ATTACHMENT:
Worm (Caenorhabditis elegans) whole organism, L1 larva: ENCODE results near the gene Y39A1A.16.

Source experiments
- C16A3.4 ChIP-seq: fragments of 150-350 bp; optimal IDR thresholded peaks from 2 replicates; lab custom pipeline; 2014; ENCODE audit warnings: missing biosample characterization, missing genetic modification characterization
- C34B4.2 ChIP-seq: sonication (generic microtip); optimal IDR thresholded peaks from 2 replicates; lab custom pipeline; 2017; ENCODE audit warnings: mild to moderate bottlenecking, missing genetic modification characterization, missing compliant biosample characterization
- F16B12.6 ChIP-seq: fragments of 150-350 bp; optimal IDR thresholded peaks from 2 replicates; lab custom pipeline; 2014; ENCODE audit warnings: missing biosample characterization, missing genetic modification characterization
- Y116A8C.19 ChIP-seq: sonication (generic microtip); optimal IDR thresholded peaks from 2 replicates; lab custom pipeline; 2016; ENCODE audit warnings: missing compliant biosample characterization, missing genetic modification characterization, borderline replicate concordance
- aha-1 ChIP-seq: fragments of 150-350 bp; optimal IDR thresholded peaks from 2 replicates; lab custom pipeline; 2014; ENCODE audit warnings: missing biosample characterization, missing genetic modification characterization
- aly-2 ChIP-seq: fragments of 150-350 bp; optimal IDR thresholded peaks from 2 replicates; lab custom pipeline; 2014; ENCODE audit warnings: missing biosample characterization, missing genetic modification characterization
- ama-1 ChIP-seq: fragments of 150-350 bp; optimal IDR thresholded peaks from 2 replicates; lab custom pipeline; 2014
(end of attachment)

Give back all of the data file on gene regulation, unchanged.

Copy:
Worm (Caenorhabditis elegans) whole organism, L1 larva: ENCODE results near the gene Y39A1A.16.

Source experiments
- C16A3.4 ChIP-seq: fragments of 150-350 bp; optimal IDR thresholded peaks from 2 replicates; lab custom pipeline; 2014; ENCODE audit warnings: missing biosample characterization, missing genetic modification characterization
- C34B4.2 ChIP-seq: sonication (generic microtip); optimal IDR thresholded peaks from 2 replicates; lab custom pipeline; 2017; ENCODE audit warnings: mild to moderate bottlenecking, missing genetic modification characterization, missing compliant biosample characterization
- F16B12.6 ChIP-seq: fragments of 150-350 bp; optimal IDR thresholded peaks from 2 replicates; lab custom pipeline; 2014; ENCODE audit warnings: missing biosample characterization, missing genetic modification characterization
- Y116A8C.19 ChIP-seq: sonication (generic microtip); optimal IDR thresholded peaks from 2 replicates; lab custom pipeline; 2016; ENCODE audit warnings: missing compliant biosample characterization, missing genetic modification characterization, borderline replicate concordance
- aha-1 ChIP-seq: fragments of 150-350 bp; optimal IDR thresholded peaks from 2 replicates; lab custom pipeline; 2014; ENCODE audit warnings: missing biosample characterization, missing genetic modification characterization
- aly-2 ChIP-seq: fragments of 150-350 bp; optimal IDR thresholded peaks from 2 replicates; lab custom pipeline; 2014; ENCODE audit warnings: missing biosample characterization, missing genetic modification characterization
- ama-1 ChIP-seq: fragments of 150-350 bp; optimal IDR thresholded peaks from 2 replicates; lab custom pipeline; 2014